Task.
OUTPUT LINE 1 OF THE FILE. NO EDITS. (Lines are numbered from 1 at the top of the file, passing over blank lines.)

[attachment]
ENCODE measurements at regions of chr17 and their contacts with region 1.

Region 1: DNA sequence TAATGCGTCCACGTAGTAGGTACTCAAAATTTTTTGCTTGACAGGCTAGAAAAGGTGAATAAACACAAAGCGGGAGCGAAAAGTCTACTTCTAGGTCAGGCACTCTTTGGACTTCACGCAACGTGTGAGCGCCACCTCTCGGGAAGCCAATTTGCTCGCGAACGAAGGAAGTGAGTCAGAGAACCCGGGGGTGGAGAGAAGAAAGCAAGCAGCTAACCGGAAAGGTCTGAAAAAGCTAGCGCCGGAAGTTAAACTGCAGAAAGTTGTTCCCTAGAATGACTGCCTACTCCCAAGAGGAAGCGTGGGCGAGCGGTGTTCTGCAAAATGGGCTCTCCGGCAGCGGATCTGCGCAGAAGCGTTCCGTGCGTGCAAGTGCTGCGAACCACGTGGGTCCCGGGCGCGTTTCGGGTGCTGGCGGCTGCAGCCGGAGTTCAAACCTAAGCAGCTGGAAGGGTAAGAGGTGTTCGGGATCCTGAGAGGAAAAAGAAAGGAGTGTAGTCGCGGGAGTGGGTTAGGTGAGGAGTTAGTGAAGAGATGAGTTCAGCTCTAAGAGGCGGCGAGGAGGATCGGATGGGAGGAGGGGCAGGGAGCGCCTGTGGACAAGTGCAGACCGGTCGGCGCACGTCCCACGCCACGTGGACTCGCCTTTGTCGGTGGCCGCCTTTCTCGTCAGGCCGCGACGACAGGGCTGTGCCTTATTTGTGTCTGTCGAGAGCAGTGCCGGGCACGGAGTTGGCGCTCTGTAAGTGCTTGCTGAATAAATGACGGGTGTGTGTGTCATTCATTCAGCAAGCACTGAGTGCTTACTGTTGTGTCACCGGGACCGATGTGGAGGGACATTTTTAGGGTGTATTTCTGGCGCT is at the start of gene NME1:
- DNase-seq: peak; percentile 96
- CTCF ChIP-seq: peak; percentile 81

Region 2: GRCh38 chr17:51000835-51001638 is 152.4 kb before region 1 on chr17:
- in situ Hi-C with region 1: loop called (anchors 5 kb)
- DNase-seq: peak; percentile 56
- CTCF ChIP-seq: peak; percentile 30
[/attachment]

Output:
ENCODE measurements at regions of chr17 and their contacts with region 1.